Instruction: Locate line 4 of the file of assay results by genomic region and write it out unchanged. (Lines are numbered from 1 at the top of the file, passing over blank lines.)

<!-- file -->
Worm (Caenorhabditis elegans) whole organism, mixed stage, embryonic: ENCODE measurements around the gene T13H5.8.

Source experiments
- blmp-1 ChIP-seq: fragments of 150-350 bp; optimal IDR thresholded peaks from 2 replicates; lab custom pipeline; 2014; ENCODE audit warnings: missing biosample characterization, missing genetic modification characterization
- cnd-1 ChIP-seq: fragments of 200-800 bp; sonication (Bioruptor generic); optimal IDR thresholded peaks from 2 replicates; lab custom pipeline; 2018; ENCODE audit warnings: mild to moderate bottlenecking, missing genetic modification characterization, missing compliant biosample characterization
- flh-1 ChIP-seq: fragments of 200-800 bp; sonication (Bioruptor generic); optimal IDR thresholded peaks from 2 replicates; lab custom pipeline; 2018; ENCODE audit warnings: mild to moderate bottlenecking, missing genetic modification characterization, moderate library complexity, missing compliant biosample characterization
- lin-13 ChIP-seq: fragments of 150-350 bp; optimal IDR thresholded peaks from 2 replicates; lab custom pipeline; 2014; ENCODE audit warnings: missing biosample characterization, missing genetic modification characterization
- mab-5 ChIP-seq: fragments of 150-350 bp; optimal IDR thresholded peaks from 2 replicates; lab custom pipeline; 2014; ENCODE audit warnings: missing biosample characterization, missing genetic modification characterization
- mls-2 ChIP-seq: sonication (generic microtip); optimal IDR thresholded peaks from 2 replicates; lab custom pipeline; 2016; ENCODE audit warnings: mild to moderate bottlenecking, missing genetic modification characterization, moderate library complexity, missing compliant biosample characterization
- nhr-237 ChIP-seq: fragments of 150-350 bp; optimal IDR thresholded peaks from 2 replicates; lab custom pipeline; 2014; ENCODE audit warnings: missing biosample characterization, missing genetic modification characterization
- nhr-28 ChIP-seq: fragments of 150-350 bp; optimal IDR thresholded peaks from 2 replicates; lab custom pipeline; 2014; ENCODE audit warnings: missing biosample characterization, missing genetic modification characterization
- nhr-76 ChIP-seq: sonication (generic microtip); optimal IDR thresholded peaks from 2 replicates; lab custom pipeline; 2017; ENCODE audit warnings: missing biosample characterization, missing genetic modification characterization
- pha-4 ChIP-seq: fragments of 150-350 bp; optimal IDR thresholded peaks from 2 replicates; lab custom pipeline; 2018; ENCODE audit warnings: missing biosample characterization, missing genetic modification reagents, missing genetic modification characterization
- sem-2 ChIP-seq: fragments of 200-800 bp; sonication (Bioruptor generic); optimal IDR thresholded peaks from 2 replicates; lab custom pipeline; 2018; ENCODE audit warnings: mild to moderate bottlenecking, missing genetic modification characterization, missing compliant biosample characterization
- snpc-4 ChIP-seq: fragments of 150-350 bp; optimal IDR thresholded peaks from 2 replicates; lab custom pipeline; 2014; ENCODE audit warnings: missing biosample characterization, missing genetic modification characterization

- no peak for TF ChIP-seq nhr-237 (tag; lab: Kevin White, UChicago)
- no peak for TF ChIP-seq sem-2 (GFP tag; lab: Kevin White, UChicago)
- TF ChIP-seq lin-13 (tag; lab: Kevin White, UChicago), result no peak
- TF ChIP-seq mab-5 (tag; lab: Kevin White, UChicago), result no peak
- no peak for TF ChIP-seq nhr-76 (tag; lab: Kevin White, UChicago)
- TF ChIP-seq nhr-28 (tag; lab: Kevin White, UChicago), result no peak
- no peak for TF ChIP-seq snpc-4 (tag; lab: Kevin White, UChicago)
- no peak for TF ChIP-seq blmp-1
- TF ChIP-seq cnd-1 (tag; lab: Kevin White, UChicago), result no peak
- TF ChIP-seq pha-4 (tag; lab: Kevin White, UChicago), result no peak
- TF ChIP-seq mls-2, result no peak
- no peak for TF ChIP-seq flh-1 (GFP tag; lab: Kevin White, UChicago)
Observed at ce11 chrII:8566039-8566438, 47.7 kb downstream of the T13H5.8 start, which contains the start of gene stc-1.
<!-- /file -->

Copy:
- cnd-1 ChIP-seq: fragments of 200-800 bp; sonication (Bioruptor generic); optimal IDR thresholded peaks from 2 replicates; lab custom pipeline; 2018; ENCODE audit warnings: mild to moderate bottlenecking, missing genetic modification characterization, missing compliant biosample characterization